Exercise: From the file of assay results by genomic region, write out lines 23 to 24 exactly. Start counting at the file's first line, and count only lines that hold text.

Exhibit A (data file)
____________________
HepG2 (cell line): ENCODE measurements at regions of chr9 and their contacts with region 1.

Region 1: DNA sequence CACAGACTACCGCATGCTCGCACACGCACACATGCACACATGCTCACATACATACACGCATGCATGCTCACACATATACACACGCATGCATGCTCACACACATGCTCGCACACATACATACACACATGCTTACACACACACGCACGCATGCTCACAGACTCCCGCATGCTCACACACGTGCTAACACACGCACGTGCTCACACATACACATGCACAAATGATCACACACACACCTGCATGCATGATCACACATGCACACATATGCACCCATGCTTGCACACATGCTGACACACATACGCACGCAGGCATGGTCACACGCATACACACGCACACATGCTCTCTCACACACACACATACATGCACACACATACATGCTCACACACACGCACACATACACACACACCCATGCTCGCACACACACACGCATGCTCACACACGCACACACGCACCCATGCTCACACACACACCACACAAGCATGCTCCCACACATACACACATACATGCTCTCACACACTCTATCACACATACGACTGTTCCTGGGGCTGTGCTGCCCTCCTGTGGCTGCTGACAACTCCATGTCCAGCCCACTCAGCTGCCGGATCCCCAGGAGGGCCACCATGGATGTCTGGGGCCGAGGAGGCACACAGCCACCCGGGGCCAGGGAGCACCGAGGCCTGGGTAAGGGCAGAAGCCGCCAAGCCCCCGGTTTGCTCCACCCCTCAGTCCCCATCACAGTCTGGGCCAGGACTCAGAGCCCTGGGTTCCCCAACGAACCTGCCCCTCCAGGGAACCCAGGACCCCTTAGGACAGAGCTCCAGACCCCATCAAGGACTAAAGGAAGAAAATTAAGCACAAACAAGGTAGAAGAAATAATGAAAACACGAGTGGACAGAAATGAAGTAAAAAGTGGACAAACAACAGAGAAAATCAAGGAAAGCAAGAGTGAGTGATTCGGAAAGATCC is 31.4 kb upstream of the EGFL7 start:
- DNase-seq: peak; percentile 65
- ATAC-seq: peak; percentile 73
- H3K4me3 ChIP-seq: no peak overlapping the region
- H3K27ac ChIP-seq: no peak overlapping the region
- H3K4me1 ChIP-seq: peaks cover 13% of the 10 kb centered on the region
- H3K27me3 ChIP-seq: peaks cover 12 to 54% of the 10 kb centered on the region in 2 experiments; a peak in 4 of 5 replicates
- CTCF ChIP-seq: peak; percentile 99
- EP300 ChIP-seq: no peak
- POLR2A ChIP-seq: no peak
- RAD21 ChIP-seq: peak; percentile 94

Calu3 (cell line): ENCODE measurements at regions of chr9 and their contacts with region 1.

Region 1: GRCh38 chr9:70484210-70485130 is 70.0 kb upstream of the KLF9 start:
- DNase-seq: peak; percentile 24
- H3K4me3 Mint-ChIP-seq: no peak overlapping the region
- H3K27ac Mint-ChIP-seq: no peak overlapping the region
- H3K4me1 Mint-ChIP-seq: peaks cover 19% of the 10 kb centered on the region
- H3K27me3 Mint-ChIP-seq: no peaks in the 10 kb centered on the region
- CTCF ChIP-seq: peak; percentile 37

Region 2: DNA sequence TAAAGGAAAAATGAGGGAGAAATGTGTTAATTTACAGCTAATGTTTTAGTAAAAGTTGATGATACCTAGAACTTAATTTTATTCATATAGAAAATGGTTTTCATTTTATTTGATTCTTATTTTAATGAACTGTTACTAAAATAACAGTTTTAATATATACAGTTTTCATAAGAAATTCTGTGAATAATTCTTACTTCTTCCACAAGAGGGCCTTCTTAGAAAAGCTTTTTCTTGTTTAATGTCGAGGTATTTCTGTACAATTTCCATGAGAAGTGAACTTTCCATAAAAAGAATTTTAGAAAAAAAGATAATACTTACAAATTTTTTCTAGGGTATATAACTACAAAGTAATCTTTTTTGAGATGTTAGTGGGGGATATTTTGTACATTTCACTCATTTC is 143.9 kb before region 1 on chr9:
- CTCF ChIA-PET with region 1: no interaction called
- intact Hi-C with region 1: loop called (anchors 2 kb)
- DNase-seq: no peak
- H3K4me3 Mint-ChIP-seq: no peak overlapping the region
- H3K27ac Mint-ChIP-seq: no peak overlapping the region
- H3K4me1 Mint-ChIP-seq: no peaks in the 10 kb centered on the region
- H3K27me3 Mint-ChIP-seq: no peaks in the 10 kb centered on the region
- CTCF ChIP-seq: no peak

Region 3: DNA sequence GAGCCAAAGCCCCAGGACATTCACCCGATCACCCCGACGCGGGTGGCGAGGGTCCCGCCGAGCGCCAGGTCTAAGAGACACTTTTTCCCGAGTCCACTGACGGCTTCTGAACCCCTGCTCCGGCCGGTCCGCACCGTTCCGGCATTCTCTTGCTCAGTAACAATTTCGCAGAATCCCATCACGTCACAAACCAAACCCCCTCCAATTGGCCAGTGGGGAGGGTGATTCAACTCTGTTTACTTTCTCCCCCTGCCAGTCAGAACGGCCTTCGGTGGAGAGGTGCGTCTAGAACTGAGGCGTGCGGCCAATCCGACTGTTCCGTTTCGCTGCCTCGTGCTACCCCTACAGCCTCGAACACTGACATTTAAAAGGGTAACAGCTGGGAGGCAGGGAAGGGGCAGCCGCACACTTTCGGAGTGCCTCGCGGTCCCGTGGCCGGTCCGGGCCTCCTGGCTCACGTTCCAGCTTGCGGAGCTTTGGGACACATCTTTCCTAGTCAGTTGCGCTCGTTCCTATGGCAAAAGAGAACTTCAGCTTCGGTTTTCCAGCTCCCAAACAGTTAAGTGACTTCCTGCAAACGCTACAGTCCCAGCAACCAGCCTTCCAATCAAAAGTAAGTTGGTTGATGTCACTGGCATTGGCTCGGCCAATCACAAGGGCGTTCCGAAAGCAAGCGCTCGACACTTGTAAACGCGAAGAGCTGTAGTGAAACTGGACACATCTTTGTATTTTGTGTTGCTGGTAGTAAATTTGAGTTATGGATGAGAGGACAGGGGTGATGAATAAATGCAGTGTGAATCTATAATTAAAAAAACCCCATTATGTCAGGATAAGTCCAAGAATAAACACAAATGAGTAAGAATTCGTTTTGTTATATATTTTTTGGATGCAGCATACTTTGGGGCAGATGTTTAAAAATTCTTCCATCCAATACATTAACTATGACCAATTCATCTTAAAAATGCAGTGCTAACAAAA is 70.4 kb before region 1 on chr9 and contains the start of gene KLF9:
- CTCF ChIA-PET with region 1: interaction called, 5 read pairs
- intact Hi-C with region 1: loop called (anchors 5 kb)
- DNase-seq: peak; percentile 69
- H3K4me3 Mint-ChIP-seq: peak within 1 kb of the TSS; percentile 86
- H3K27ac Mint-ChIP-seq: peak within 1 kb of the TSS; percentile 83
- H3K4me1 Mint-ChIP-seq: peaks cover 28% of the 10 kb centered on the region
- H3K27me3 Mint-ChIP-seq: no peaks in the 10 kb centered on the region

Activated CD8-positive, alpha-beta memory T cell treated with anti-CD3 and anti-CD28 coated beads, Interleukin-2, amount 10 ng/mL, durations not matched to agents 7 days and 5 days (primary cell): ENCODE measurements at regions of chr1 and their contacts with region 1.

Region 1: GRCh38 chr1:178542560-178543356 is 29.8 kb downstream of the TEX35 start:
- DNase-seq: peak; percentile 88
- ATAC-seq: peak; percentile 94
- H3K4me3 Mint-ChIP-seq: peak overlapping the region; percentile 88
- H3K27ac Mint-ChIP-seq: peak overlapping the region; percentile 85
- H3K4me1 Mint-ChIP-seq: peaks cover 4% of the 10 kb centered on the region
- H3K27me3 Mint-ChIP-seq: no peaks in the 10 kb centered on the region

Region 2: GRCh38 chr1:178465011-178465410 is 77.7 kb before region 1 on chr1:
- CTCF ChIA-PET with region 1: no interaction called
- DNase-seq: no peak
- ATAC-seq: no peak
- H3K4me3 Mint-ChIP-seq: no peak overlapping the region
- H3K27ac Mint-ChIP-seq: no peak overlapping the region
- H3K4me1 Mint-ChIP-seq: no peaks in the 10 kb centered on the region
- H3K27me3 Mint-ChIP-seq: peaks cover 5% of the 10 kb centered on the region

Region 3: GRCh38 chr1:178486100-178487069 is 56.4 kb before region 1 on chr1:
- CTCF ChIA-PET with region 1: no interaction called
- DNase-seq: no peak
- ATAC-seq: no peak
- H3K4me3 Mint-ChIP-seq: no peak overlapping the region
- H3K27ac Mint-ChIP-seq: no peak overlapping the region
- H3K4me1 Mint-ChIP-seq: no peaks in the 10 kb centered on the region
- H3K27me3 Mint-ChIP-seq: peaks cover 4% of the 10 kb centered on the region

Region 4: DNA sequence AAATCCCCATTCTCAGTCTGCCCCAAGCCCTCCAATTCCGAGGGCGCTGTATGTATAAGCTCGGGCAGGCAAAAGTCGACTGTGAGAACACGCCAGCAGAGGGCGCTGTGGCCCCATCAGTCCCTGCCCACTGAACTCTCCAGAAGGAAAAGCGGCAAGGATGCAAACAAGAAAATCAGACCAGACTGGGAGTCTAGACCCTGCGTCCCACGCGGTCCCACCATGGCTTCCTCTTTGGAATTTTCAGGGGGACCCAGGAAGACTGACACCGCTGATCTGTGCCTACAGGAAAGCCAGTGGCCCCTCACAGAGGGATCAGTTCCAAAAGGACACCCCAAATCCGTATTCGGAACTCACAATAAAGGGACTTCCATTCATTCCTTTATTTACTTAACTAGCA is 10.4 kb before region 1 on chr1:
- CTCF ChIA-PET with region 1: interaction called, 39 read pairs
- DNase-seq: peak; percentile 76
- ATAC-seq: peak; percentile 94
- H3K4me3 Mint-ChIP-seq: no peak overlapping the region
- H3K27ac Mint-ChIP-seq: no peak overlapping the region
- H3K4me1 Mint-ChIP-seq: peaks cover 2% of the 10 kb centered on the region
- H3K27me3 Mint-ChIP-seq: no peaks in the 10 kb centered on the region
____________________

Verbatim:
- intact Hi-C with region 1: loop called (anchors 2 kb)
- DNase-seq: no peak